Techniques to Improve Contact

Three exercises with Col. Christian Carde

Technically explained, contact is the connection between the horse’s mouth and the rider’s hand. However, riding is much more than technicalities as we deal with another living entity.

Riding requires continuous communication with the horse, and for that to occur we have to find a common language with him. Contact is an essential piece of this language, and it goes without saying that respect and confidence are essential elements of good contact. In equitation—the art and practice of horsemanship and riding—everything depends on the quality of the contact: the horse’s balance, the changes in his frame and his straightness, and the quality of collection. Contact is also reciprocal between horse and rider: The rider can achieve good contact only when the horse feels comfortable and relaxed and moves in good natural balance.

Col. Christian Carde works with his Oldenburg mare Milady (by De Niro-Feiner Stern), who is pictured throughout this article.
Silke Rottermann

Contact must never be forced because the horse’s mouth is extremely sensitive by nature. Instead it should be imagined to be like the connection that forms when a father takes his child’s hand to lead him across a busy street: faithful, soft, relaxed.

This kind of contact is possible only when the horse has a relaxed mouth. If this is the case, the horse “tastes the bit,” like the French say. In other words, the horse executes a slow and soft chewing motion with his tongue, which lifts the bit, resulting in slight saliva production.

Therefore, the mouth gives the rider very important information about the horse’s mental and physical state, and the quality of contact becomes the indicator of his wellbeing during work. When the horse is moving in balance and with the right contact, he expresses calmness and harmony with his rider.

Elements of Good Contact

Riders automatically think of their hands when they hear the word “contact.” But it’s important to be aware that the rider is always keeping contact with the horse through her whole body—not only through her hands, but also through her arms, shoulders, hips and down to the heels. It’s also important to remember that suppleness in the rider’s joints is indispensable for good riding. Hands are only one part of the whole picture.

Good contact also requires that the rider’s hands are not always strictly fixed above the withers, but that, to a certain degree, they follow the horse’s natural head–neck movements, which allows the rider to be continuously connected with the horse’s mouth regardless of the posture or frame.

Good contact does not produce excessive foaming, but only a slight “lipstick” around the horse’s lips.
Silke Rottermann

Contact has a lot to do with the feeling of the rider, but there is one simple fundamental rule that everyone should follow: Riding with too much tension in the reins, also referred to as “riding backwards,” is wrong.

Contact is always determined by the tension of the reins, which the rider—not the horse—decides. This, in turn, depends on the rider’s chosen rein length. The right length is one decisive determinant of good contact, but it is also something that is individual to each horse and has to be sensed by the rider when she softly picks up the reins.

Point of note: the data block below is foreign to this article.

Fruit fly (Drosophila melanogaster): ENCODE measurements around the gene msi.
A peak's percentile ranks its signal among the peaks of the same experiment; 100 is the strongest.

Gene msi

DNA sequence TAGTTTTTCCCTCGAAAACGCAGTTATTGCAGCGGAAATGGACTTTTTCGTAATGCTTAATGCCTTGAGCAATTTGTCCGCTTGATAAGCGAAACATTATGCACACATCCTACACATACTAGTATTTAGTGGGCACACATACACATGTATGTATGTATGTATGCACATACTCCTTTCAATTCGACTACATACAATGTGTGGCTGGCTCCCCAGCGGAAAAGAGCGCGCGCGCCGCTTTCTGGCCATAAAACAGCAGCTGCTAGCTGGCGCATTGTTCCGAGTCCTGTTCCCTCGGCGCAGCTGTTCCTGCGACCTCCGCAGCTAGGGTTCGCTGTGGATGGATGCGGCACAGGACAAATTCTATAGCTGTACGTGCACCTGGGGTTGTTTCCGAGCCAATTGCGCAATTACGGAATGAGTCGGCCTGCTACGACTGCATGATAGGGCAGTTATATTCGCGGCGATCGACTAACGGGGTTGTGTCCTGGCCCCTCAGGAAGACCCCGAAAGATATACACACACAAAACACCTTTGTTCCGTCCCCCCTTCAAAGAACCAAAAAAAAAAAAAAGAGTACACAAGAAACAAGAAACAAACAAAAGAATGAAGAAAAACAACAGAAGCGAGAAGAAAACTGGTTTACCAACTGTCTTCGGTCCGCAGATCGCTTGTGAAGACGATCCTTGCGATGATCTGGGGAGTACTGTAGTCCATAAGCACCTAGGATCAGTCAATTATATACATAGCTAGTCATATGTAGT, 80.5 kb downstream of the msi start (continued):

The rein length must not prevent the horse from using his neck. However, the rider must take care that the reins are not too long because the connection then becomes imprecise, and the rider might be tempted to pull backward to feel the mouth. Long or loose reins do not automatically produce a soft connection. Good contact is steady, but, from the beginning, as soft and light as possible.

The better in balance a horse becomes through an increase of collection, the more he will carry himself, and as a result, the contact will become so light that you eventually can ride with just the so-called “weight of the reins.”

When the horse is in a good balance and frame, the rider gets the release of the reins, which allows the horse to move in total self-carriage, keeping the lightest contact—also called “the weight of the reins.”
Silke Rottermann

Finally, the correctly fitted tack must not be neglected because ill-fitting equipment can cause a lot of trouble. Regarding contact, the choice and correct fitting of the bit and noseband are of utter importance. If we really believe riding is a conversation with the horse, we will not proverbially “shut the horse up” with a cranked noseband. The combination of the right exercises, the sensitive rider’s hand and an attitude in which the rider absolutely considers the horse as a partner makes closing the horse’s mouth with the help of tools not only dispensable, but despicable. Only a relaxed mouth leads to good contact.

A rider who considers riding as a “conversation” will not tighten the noseband. It is uncomfortable for the horse and prevents the mouth from relaxing, which is a precondition of good contact.
Silke Rottermann

Why Walk Exercises?

The aim of all exercises is to achieve contact in which the horse is elevated and seeks the rider’s hand with a round neck and the poll as the highest point as soon as the hands are positioned quietly above the withers. The quality of this contact has to be even, elastic and soft on both reins.

To achieve it, the walk plays an indispensable role in the French equestrian tradition to which I belong because this gait does not pose a balance problem for the rider. The rider can sit more quietly, deeply and smoothly in walk, in contrast to trot and canter, and therefore can more easily coordinate her movements which results in more precise aids.

iders are sometimes tempted to force the contact which must always be soft and confident. Following the natural head-neck-movements of the horse in walk allows such contact.
Silke Rottermann